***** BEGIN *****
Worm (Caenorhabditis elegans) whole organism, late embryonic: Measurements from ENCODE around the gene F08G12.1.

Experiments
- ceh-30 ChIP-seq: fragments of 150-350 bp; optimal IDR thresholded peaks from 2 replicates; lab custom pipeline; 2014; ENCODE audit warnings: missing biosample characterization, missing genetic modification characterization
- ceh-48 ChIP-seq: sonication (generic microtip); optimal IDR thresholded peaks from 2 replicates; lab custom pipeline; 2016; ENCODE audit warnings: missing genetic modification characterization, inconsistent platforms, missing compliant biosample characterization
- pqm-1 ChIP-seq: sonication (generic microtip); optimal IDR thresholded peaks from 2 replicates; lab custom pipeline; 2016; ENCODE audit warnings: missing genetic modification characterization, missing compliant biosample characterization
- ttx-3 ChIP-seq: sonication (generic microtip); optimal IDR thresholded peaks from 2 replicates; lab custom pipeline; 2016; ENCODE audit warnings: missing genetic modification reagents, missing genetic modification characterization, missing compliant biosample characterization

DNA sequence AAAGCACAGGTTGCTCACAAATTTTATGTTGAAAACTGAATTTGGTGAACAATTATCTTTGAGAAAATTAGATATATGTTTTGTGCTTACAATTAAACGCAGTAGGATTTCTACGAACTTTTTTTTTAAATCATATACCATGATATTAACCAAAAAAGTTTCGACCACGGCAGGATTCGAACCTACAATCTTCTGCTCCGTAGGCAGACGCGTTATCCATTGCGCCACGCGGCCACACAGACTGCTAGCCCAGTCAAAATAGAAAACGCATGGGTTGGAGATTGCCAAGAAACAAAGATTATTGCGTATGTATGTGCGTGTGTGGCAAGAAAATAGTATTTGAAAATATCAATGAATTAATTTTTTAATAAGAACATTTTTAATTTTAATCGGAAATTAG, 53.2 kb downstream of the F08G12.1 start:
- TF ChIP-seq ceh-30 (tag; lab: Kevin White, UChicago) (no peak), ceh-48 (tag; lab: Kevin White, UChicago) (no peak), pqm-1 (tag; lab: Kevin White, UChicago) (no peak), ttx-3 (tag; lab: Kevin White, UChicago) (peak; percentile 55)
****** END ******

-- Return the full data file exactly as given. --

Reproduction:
Worm (Caenorhabditis elegans) whole organism, late embryonic: Measurements from ENCODE around the gene F08G12.1.

Experiments
- ceh-30 ChIP-seq: fragments of 150-350 bp; optimal IDR thresholded peaks from 2 replicates; lab custom pipeline; 2014; ENCODE audit warnings: missing biosample characterization, missing genetic modification characterization
- ceh-48 ChIP-seq: sonication (generic microtip); optimal IDR thresholded peaks from 2 replicates; lab custom pipeline; 2016; ENCODE audit warnings: missing genetic modification characterization, inconsistent platforms, missing compliant biosample characterization
- pqm-1 ChIP-seq: sonication (generic microtip); optimal IDR thresholded peaks from 2 replicates; lab custom pipeline; 2016; ENCODE audit warnings: missing genetic modification characterization, missing compliant biosample characterization
- ttx-3 ChIP-seq: sonication (generic microtip); optimal IDR thresholded peaks from 2 replicates; lab custom pipeline; 2016; ENCODE audit warnings: missing genetic modification reagents, missing genetic modification characterization, missing compliant biosample characterization

DNA sequence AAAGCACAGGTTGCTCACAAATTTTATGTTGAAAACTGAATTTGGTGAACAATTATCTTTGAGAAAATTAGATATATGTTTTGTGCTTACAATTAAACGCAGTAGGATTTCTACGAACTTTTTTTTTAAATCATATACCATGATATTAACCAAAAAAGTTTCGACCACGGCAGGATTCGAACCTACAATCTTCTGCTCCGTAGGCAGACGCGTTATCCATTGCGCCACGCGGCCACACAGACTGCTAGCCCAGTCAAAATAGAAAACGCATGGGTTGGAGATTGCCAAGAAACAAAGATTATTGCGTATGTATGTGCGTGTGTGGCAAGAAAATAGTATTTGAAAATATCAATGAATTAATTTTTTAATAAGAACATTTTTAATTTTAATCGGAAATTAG, 53.2 kb downstream of the F08G12.1 start:
- TF ChIP-seq ceh-30 (tag; lab: Kevin White, UChicago) (no peak), ceh-48 (tag; lab: Kevin White, UChicago) (no peak), pqm-1 (tag; lab: Kevin White, UChicago) (no peak), ttx-3 (tag; lab: Kevin White, UChicago) (peak; percentile 55)